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Alfred, Lord Tennyson

1809–1892. English poet.

Encyclopædia Britannica }

At a Glance

Rilla of Ingleside (2)
Jane of Lantern Hill (1)

Index to This Page

Crossing the Bar (1)
The Princess: A Medley (1)
Vastness (1)

Crossing the Bar (1889 poem)

But such a tide as moving seems asleep,
   Too full for sound and foam,
When that which drew from out the boundless deep
   Turns again home. (Lines 5–8)

Jane of Lantern Hill, chapter 9 (“tides that moving seemed asleep”).

The Princess: A Medley (1895 poem)

‘Tears, idle tears, I know not what they mean,
Tears from the depth of some divine despair
Rise in the hart, and gather to the eyes,
In looking on the happy autumn-fields,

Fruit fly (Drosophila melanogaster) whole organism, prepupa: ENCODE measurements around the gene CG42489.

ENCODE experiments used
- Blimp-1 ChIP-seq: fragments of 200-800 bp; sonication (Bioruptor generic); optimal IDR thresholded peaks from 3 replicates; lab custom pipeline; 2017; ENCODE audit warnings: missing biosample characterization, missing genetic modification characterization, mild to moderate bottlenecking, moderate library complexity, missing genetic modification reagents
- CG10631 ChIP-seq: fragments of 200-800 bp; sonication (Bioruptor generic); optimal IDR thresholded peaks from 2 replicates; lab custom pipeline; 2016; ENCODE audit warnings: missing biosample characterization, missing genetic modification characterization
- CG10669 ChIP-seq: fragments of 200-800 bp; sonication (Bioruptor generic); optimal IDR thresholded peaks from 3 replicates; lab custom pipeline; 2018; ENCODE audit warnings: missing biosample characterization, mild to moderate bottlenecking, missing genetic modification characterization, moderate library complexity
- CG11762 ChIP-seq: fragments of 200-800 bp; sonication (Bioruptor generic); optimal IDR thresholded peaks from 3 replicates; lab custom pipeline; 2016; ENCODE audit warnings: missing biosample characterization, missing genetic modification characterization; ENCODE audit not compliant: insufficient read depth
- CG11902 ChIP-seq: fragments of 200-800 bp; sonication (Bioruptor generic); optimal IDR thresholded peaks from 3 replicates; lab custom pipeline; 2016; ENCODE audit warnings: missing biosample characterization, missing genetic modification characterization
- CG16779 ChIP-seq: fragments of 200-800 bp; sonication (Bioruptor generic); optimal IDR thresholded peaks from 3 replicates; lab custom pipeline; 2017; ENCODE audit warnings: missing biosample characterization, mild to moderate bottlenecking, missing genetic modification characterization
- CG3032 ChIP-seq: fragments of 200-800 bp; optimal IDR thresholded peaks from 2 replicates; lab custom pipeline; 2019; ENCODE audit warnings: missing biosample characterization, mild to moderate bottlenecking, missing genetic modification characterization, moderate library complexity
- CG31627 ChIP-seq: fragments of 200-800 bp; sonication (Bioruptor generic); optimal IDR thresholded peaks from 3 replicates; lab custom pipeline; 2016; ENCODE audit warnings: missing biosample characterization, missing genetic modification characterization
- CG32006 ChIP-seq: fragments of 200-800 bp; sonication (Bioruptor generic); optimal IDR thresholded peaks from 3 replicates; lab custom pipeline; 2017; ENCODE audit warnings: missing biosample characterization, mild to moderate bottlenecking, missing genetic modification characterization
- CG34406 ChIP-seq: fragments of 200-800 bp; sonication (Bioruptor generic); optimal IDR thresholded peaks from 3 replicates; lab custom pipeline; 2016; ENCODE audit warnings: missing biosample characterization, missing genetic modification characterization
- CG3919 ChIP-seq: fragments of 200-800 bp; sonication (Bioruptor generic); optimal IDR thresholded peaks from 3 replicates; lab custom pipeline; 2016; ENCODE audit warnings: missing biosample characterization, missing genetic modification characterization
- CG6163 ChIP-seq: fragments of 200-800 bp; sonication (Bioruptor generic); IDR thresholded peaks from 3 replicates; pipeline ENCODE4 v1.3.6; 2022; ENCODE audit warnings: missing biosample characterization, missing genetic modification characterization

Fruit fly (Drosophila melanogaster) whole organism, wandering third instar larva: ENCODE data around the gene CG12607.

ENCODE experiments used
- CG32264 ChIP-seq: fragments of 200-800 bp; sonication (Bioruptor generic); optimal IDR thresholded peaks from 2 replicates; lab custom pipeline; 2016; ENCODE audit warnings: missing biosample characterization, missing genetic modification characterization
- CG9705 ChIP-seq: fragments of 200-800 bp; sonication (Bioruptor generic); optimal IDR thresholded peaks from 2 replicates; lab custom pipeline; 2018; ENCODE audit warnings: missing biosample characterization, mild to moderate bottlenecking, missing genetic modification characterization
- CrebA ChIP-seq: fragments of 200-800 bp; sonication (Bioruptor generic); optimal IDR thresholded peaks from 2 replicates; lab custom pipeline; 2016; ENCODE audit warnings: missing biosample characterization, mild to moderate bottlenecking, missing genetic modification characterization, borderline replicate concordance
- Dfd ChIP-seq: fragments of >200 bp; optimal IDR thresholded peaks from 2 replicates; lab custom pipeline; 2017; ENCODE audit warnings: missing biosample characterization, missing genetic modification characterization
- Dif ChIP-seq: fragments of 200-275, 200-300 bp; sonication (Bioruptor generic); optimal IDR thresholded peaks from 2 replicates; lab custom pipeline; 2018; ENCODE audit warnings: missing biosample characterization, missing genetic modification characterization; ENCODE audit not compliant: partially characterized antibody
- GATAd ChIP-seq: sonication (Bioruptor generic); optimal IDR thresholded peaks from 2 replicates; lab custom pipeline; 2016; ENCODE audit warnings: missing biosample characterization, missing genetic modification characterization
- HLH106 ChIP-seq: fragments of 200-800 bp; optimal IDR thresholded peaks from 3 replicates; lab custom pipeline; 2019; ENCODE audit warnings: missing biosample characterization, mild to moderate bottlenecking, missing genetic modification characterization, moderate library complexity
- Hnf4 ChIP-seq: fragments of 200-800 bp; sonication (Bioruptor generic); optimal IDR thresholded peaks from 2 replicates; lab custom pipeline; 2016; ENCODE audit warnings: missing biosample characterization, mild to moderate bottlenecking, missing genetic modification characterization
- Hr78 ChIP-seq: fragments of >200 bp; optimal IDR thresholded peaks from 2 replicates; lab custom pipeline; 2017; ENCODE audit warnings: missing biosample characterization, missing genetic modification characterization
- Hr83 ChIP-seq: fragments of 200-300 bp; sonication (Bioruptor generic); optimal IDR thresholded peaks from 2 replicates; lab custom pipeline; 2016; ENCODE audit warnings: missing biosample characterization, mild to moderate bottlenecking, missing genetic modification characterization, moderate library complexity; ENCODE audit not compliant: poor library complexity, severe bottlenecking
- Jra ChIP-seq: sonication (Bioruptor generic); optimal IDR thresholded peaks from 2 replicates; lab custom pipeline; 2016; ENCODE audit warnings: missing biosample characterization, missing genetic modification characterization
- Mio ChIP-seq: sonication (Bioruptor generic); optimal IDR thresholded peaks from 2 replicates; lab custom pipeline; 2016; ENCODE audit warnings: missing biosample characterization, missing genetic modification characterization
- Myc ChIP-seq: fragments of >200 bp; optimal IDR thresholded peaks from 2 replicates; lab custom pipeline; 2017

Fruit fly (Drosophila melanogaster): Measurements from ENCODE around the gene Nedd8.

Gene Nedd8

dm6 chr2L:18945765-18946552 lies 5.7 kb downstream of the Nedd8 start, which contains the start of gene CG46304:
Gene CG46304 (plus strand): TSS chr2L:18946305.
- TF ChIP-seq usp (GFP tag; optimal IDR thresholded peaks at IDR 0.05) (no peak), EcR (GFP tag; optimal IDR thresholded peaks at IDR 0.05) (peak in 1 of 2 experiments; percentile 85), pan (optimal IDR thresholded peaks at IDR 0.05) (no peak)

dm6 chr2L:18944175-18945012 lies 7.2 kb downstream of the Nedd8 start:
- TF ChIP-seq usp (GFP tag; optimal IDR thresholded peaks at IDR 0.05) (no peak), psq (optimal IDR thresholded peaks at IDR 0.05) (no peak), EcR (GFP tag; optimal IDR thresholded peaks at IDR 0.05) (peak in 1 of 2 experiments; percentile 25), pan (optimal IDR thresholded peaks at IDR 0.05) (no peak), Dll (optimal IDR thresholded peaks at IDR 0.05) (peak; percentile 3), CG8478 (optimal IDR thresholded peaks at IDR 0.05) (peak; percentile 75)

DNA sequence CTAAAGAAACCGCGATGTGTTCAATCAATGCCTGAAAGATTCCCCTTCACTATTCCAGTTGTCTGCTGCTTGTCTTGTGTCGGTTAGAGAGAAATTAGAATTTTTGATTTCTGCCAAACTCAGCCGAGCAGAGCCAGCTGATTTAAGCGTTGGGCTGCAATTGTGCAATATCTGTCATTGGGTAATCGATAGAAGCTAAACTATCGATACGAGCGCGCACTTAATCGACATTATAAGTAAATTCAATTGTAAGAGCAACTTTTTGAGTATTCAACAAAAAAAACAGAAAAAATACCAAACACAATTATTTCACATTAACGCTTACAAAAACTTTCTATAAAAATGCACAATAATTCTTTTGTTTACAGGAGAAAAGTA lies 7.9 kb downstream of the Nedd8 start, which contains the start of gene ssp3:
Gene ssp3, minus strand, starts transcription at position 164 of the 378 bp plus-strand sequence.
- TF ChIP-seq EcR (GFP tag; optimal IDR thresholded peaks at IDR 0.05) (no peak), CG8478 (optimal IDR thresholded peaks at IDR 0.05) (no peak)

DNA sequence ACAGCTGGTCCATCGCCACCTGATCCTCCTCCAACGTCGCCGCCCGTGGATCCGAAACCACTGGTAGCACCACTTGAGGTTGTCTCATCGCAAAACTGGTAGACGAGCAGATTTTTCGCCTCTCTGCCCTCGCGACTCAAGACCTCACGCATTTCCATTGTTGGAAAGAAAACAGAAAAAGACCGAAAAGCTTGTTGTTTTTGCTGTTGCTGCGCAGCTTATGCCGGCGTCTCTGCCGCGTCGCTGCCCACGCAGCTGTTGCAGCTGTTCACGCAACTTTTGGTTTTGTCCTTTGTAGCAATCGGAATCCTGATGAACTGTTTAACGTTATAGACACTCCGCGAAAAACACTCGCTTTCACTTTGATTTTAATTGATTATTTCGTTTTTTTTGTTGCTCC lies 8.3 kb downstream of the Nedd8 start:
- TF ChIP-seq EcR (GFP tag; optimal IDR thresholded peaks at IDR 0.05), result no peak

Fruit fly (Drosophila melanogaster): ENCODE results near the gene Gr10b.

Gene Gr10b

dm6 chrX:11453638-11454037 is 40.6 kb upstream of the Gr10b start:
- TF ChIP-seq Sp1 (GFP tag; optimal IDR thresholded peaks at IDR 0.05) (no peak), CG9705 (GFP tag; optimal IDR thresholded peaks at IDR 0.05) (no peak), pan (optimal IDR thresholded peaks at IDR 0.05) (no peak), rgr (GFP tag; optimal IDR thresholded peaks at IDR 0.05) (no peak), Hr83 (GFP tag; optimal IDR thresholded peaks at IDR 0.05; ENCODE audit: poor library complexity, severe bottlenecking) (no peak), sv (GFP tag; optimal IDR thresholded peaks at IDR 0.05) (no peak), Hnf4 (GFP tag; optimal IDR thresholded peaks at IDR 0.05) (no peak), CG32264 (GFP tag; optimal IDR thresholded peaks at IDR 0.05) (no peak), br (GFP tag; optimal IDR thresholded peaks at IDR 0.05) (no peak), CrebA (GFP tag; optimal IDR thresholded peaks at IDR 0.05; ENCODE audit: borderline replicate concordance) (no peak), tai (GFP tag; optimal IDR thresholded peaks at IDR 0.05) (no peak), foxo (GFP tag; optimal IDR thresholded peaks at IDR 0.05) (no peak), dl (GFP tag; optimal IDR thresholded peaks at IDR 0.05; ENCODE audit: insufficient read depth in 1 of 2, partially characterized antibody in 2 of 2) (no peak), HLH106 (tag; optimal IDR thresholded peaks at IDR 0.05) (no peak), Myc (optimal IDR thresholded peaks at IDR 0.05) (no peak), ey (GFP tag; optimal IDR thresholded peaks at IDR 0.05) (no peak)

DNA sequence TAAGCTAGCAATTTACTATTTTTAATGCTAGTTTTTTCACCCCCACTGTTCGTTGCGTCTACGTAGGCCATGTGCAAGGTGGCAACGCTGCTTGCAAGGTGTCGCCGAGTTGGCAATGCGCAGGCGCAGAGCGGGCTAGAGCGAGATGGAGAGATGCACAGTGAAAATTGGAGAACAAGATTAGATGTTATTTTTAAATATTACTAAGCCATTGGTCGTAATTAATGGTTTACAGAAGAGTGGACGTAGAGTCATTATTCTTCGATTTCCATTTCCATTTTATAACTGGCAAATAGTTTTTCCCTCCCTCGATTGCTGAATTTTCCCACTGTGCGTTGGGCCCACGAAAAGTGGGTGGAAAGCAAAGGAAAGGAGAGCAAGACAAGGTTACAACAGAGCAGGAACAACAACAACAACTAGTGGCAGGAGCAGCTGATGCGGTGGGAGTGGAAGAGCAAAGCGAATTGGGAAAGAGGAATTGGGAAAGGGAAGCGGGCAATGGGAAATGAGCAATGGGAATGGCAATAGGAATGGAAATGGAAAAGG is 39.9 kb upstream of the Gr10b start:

And thinking of the days that are no more. (Part 4, lines 21–25)

Rilla of Ingleside, chapter 21 (“the deeps of despair”).

Vastness (1895 poem)

Raving politics, never at rest – as this poor earth’s pale history runs, –
What is it all but a trouble of ants in the gleam of a million million of suns? (Stanza 2)

Rilla of Ingleside, chapter 19 (“‘struggle of ants / In the gleam of a million million of suns’”).

Sources

Alfred, Lord Tennyson, The Complete Poetic Works of Tennyson, Cambridge Edition (Boston: Houghton Mifflin Company; Cambridge: The Riverside Press, 1898). Online at https://archive.org/details/completepoetical00tenn/.